Chis Bohjalian's recent blog on town and school boards reminded me how far we have "evolved" politically since our colonial times. My experience at public meetings in both rural and urban jurisdictions (Minnesota) is not exactly the "pure" democracy one associates with the town meeting ideal or "model" originating in the early days of New England townships, idealistically portrayed in the Norman Rockwell painting of the rugged common man standing up to exercise his free speech. After all, no right is absolute. [Translation: Words can mean anything.]
To speak at a school board meeting in my suburban district, one must first sign up (registering the topic) at least a week before the meeting date. Once you are in attendance at the public meeting, only one part of the meeting (usually right before adjournment) is reserved for public participation. During that allotted time slot, you have to wait until the chair recognizes you or calls upon you and, regardless of the complexity of the issue, you are limited to THREE MINUTES for your comments. You may address the chair ONLY (not other board members) and, if you ask a question or request an explanation of some policy or action affecting citizens, the chair has full discretion whether to answer it then or take it under advisement for a POSSIBLE written response at some later time. Frankly, the whole experience made me feel pretty much like Oliver Twist in the dictatorial orphanage dining room hall, apologetically asking ("Please sir") whether he could have some more watered-down soup.
During the other parts of these public meetings, citizens in attendance are basically observers only, with protocol prescribing they remain silent while the board goes through its agenda. In an Orwellian-like setting, the board of my urban county meets BEHIND a floor-to-ceiling glassed-in area that seals them off completely from the seating area for OBSERVING citizens. [I understand on certain occasions when the board wishes to be more accessible, the glass panels can be retracted.] It's similar to viewing a state-of-the-art recording or broadcast studio through huge sound-proof glass panes, with the citizens clearly NOT part of the "performance" except during comment time when a microphone is turned on in this viewing area.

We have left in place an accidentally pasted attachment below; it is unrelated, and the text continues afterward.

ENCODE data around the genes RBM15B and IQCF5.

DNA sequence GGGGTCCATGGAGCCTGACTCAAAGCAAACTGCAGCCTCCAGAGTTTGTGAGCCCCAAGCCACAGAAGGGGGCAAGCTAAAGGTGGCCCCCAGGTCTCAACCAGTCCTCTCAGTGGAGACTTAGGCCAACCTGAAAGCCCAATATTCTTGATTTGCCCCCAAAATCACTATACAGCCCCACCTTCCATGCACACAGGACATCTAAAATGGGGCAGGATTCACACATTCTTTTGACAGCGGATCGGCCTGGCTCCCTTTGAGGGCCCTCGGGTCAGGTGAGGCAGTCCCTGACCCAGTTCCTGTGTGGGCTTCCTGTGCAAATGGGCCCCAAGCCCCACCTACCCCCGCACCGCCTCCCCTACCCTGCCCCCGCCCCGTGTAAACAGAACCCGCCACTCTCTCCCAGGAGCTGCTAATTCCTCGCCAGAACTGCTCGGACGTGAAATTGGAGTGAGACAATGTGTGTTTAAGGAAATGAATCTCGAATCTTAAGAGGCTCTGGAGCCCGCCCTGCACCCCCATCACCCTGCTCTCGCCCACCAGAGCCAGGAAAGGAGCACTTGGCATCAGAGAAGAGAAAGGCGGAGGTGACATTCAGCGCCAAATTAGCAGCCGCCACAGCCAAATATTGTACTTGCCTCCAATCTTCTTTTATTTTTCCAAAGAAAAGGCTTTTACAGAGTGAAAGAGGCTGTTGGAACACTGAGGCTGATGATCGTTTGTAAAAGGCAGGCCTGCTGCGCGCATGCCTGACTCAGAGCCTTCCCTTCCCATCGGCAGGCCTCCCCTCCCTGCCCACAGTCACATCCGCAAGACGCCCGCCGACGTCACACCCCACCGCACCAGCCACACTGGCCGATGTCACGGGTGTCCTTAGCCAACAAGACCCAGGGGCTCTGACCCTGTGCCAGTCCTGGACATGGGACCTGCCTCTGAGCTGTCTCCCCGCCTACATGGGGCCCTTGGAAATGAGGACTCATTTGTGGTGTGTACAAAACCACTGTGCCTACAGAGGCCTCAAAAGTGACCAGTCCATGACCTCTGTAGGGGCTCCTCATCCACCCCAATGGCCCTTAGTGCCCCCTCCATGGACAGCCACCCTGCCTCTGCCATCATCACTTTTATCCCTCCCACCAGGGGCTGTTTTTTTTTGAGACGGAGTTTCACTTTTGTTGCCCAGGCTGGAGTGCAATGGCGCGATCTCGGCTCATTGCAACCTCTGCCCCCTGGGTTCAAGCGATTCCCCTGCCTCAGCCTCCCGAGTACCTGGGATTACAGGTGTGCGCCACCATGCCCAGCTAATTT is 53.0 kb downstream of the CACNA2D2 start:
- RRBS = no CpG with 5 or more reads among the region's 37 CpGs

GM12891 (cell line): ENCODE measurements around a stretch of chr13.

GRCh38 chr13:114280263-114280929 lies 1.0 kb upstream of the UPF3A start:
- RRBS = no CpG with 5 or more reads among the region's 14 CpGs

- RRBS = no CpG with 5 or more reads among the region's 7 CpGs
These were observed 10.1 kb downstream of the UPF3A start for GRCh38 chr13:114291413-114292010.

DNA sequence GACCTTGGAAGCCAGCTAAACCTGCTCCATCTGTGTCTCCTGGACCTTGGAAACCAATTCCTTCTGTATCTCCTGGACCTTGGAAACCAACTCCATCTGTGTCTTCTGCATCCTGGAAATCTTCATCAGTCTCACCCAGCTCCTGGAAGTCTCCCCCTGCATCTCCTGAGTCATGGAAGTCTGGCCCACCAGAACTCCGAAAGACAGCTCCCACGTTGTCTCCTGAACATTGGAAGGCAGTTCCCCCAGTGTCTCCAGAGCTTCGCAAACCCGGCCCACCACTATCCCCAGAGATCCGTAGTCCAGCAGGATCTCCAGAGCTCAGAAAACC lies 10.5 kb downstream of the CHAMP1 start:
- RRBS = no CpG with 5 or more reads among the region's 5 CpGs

As for the "town meetings" (in name only) conducted by presidential/political candidates, from what I have heard (admittedly hearsay), they are typically tightly controlled "staged" events rather than spontaneously occurring interactions. Almost nothing is left to chance. Such staging (one might call it part of political theater) has practically become the norm in my opinion. Even houses for sale are staged. At the risk of sounding cynical and jaded, I find these "staging" trends part of a larger overall "fakiness" or lack of authenticity in our cultural life. It's one thing to "put your best foot forward"; it's another to create a completely fabricated and deceptive persona or image.
After our bureaucrats (once called public SERVANTS) have added all these regulations and staging to "insulate" themselves from REAL interaction and feedback, the political roles/processes have become largely inverted or or should I say perverted: It's the citizens who have become the servants and public officials have become our controlling, manipulative masters. As Orwell might have phrased it in Newspeak, "Serving is controlling."
For fairness and balance, one should note that many public officials are hard-working, dedicated and well-intentioned but nevertheless find themselves part of these changing atttitudes and cultural trends for which we all bear some responsibility in creating and allowing.
Causes Brenden Allen Supports